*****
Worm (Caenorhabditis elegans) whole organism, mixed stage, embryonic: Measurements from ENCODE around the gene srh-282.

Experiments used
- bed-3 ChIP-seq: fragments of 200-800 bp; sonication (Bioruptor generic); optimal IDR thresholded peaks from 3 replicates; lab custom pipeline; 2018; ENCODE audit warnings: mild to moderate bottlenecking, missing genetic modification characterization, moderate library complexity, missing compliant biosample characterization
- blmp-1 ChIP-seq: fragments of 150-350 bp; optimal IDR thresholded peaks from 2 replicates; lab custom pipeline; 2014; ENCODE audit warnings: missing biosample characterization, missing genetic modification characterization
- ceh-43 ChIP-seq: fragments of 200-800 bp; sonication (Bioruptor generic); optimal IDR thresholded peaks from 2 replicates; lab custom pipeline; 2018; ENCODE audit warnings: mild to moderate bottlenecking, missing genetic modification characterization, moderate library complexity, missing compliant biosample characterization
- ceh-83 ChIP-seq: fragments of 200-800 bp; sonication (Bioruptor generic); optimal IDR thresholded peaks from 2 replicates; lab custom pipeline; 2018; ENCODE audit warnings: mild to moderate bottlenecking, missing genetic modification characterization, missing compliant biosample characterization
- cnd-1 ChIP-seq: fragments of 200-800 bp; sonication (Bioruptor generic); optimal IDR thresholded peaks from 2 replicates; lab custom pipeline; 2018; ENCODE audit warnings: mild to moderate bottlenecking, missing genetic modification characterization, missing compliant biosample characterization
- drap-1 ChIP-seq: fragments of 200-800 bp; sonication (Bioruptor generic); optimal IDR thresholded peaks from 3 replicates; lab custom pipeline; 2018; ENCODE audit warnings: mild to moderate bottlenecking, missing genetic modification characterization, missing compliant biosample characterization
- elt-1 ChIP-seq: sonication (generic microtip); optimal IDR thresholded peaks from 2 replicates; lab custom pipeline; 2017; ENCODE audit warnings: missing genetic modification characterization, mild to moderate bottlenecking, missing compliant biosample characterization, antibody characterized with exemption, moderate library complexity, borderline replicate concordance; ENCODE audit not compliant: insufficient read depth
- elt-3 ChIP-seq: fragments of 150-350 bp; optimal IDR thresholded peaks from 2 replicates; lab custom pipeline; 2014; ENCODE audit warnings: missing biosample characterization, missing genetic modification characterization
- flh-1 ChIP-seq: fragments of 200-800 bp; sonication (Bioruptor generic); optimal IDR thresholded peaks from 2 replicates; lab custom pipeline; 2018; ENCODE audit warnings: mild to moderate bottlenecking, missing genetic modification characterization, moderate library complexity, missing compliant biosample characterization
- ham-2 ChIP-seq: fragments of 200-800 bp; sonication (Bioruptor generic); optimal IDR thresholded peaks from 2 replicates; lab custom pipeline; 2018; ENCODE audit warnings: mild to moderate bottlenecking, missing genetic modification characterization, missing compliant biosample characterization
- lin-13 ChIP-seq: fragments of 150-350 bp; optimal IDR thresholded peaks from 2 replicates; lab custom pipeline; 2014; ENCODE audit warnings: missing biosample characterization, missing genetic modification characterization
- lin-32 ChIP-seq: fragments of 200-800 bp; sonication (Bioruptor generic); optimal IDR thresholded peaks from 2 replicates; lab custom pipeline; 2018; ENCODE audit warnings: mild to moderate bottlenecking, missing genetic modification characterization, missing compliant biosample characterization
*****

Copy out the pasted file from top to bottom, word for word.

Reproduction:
Worm (Caenorhabditis elegans) whole organism, mixed stage, embryonic: Measurements from ENCODE around the gene srh-282.

Experiments used
- bed-3 ChIP-seq: fragments of 200-800 bp; sonication (Bioruptor generic); optimal IDR thresholded peaks from 3 replicates; lab custom pipeline; 2018; ENCODE audit warnings: mild to moderate bottlenecking, missing genetic modification characterization, moderate library complexity, missing compliant biosample characterization
- blmp-1 ChIP-seq: fragments of 150-350 bp; optimal IDR thresholded peaks from 2 replicates; lab custom pipeline; 2014; ENCODE audit warnings: missing biosample characterization, missing genetic modification characterization
- ceh-43 ChIP-seq: fragments of 200-800 bp; sonication (Bioruptor generic); optimal IDR thresholded peaks from 2 replicates; lab custom pipeline; 2018; ENCODE audit warnings: mild to moderate bottlenecking, missing genetic modification characterization, moderate library complexity, missing compliant biosample characterization
- ceh-83 ChIP-seq: fragments of 200-800 bp; sonication (Bioruptor generic); optimal IDR thresholded peaks from 2 replicates; lab custom pipeline; 2018; ENCODE audit warnings: mild to moderate bottlenecking, missing genetic modification characterization, missing compliant biosample characterization
- cnd-1 ChIP-seq: fragments of 200-800 bp; sonication (Bioruptor generic); optimal IDR thresholded peaks from 2 replicates; lab custom pipeline; 2018; ENCODE audit warnings: mild to moderate bottlenecking, missing genetic modification characterization, missing compliant biosample characterization
- drap-1 ChIP-seq: fragments of 200-800 bp; sonication (Bioruptor generic); optimal IDR thresholded peaks from 3 replicates; lab custom pipeline; 2018; ENCODE audit warnings: mild to moderate bottlenecking, missing genetic modification characterization, missing compliant biosample characterization
- elt-1 ChIP-seq: sonication (generic microtip); optimal IDR thresholded peaks from 2 replicates; lab custom pipeline; 2017; ENCODE audit warnings: missing genetic modification characterization, mild to moderate bottlenecking, missing compliant biosample characterization, antibody characterized with exemption, moderate library complexity, borderline replicate concordance; ENCODE audit not compliant: insufficient read depth
- elt-3 ChIP-seq: fragments of 150-350 bp; optimal IDR thresholded peaks from 2 replicates; lab custom pipeline; 2014; ENCODE audit warnings: missing biosample characterization, missing genetic modification characterization
- flh-1 ChIP-seq: fragments of 200-800 bp; sonication (Bioruptor generic); optimal IDR thresholded peaks from 2 replicates; lab custom pipeline; 2018; ENCODE audit warnings: mild to moderate bottlenecking, missing genetic modification characterization, moderate library complexity, missing compliant biosample characterization
- ham-2 ChIP-seq: fragments of 200-800 bp; sonication (Bioruptor generic); optimal IDR thresholded peaks from 2 replicates; lab custom pipeline; 2018; ENCODE audit warnings: mild to moderate bottlenecking, missing genetic modification characterization, missing compliant biosample characterization
- lin-13 ChIP-seq: fragments of 150-350 bp; optimal IDR thresholded peaks from 2 replicates; lab custom pipeline; 2014; ENCODE audit warnings: missing biosample characterization, missing genetic modification characterization
- lin-32 ChIP-seq: fragments of 200-800 bp; sonication (Bioruptor generic); optimal IDR thresholded peaks from 2 replicates; lab custom pipeline; 2018; ENCODE audit warnings: mild to moderate bottlenecking, missing genetic modification characterization, missing compliant biosample characterization